Home    Resource Store    Past Issues    Buyers' Guide    Career Center    Subscriptions    Advertising    E-Newsletter    Contact

More From The Editor

The Quantum Group: Innovation Honoree
November 23, 2015

ITMA 2015: Finally
September 22, 2015

L.A.'s Apparel Industry At Risk?
July 19, 2015

AAPN's Meeting Became A Conference
May 19, 2015

Textiles On The Move
March 16, 2015

Textile World Photo Galleries
November/December 2015 November/December 2015

View Issue  |

Subscribe Now  |


From Farm To Fabric: The Many Faces Of Cotton - The 74th Plenary Meeting of the International Cotton Advisory Committee (ICAC)
12/06/2015 - 12/11/2015

Capstone Course On Nonwoven Product Development
12/07/2015 - 12/11/2015

2nd Morocco International Home Textiles & Homewares Fair
03/16/2016 - 03/19/2016

- more events -

- submit your event -

Printer Friendly
Full Site
From The Editor
James M. Borneman, Editor In Chief

Embracing Change - Opportunity In Uncertain Times

James M. Borneman, Editor In Chief

W hat’s the difference between the chicken and the egg? The chicken is a lot more work to eat — feathers and such — but offers a lot more opportunity for a good meal.

Which came first? It really doesn’t matter, although first-mover advantage is a great thing to have. But, how much risk the chicken faced crossing the road is a pretty big deal, and stops many from choosing the chicken. So, whether you pick the chicken or the egg, you face some pretty tough decisions.

This is a simplistic way to think about opportunities and rewards, market choices and risk. However, meeting change head-on, making tough choices and assuming risk seems to be the only constant among today’s most successful businesses.

Risk aversion is part of human nature. There is comfort in knowing your surroundings, knowing what is safe, and knowing what works and what doesn’t. Unfortunately, businesses today trying to play by yesterday’s rules are in a difficult position.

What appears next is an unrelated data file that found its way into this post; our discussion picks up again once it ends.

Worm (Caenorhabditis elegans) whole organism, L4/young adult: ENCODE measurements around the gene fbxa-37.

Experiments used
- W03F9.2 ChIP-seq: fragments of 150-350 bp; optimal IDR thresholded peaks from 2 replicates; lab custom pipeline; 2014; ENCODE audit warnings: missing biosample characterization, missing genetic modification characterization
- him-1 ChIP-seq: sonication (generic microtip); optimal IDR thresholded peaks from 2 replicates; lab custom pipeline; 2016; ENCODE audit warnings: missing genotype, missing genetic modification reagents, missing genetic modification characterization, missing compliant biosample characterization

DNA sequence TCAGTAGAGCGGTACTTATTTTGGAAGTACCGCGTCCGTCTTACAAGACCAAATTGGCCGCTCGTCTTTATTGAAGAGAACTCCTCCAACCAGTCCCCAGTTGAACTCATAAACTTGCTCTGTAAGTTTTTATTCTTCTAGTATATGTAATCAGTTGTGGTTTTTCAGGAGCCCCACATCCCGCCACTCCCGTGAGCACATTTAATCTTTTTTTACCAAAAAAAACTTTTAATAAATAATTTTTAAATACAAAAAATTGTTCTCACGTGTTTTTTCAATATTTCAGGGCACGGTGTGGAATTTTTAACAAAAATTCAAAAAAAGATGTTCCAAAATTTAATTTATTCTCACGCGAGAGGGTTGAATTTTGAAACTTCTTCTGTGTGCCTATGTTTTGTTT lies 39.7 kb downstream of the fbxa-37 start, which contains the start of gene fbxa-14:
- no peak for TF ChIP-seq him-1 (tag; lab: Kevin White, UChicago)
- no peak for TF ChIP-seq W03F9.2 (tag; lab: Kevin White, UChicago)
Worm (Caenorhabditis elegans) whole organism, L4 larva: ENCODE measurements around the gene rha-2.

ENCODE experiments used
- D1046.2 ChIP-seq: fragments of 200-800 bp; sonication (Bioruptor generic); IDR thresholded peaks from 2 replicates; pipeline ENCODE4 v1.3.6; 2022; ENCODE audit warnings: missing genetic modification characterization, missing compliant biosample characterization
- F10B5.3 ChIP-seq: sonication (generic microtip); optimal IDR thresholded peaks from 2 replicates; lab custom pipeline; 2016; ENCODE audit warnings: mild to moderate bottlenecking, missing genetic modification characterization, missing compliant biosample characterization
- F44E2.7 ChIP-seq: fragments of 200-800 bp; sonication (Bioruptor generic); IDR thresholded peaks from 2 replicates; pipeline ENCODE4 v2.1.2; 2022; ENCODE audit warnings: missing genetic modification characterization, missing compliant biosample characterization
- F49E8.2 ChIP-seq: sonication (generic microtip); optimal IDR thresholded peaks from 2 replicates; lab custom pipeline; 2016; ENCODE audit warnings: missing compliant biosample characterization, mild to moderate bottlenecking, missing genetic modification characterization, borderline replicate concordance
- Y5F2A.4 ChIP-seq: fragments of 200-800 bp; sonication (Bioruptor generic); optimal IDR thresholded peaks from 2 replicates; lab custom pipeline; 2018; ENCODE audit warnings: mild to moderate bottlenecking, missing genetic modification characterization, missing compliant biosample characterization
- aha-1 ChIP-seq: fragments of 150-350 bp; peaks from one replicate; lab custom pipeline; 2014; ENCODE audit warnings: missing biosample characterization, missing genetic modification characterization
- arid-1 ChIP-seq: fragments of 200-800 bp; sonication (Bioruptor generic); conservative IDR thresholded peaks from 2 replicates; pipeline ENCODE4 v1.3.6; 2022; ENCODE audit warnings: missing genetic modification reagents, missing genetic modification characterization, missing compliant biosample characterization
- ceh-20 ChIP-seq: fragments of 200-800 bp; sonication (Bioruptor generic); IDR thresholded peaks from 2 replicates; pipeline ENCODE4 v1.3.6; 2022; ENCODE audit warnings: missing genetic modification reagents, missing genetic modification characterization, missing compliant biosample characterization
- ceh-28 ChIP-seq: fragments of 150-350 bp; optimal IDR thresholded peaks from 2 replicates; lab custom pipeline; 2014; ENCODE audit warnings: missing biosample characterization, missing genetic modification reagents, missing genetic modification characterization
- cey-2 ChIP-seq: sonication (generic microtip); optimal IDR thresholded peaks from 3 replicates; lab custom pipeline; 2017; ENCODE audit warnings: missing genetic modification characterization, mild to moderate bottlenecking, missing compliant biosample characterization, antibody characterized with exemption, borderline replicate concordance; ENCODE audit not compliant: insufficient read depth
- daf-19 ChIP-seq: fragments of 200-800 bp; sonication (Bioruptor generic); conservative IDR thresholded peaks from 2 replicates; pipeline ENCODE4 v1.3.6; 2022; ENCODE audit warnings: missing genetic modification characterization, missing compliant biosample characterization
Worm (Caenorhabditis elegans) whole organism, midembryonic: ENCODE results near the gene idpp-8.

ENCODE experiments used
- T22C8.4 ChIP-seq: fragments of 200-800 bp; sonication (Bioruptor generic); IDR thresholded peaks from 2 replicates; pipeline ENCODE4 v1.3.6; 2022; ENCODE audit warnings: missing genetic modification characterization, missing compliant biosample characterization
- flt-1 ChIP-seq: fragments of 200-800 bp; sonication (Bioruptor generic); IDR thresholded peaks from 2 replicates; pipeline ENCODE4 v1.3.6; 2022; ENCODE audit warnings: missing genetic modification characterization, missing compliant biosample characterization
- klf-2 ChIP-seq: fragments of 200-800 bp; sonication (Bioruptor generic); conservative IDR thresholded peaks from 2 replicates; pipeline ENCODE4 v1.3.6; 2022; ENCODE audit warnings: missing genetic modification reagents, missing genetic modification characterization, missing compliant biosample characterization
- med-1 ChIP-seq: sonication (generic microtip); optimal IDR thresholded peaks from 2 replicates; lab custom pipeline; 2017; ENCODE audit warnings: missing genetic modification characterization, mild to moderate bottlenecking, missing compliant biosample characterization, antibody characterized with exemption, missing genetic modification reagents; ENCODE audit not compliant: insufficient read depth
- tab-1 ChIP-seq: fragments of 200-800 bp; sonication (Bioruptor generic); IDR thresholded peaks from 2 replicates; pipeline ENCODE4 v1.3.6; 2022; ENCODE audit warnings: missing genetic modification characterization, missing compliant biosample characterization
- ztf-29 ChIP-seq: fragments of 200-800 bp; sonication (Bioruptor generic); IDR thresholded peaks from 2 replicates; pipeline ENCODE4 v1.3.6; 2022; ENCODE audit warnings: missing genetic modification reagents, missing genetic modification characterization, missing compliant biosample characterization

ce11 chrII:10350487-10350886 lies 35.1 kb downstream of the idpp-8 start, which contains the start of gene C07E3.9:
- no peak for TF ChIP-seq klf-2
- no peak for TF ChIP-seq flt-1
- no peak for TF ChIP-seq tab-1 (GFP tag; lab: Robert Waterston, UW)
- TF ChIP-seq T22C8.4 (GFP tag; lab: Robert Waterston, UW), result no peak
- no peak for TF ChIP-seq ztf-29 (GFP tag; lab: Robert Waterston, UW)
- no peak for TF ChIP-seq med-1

All is not lost — many companies have developed ways to cope with today’s environment, and the most successful have figured out their identity is tied to serving their customers.

Shifting to a focus on what customers want instead of on what a company is comfortable making is a good first step toward adapting to today’s marketplace. Second, fostering an accountable entrepreneurial environment seems to be a must. Third, investing in the pursuit of markets, wherever they are, is a strategy full of uncertainty, but often presents the opportunities with the highest rewards. And, finally, marketing, marketing, marketing — it builds brands, protects all the effort that has gone before and leads to new opportunities.

US textiles is facing these same challenges, and Textile World has been lucky to speak with companies that are truly embracing the uncertainty of change. There is no doubt it is leaving many confused. What companies do, who supplies what, what the company’s core focus is — all are changing rapidly. This is a situation that benefits from communication and openness. It is important to get involved, get connected and be open to opportunity.

As preparation begins for the 2005 Textile World Innovation Award, TW editors are working with one of the industry’s best, and what shines through is that realism trumps pessimism. Action trumps inaction, and a new sense of the marketplace — brought on by real marketing efforts — are creating opportunities in the face of change.

The United States has some of the most innovative textile companies across industry sectors. Meeting change head-on, making tough choices and embracing risk demands marketing in a global environment that isn’t easy to understand. But marketing is necessary, not just to survive, but also to succeed. Maybe it is time to think about choosing the chicken.

March 2005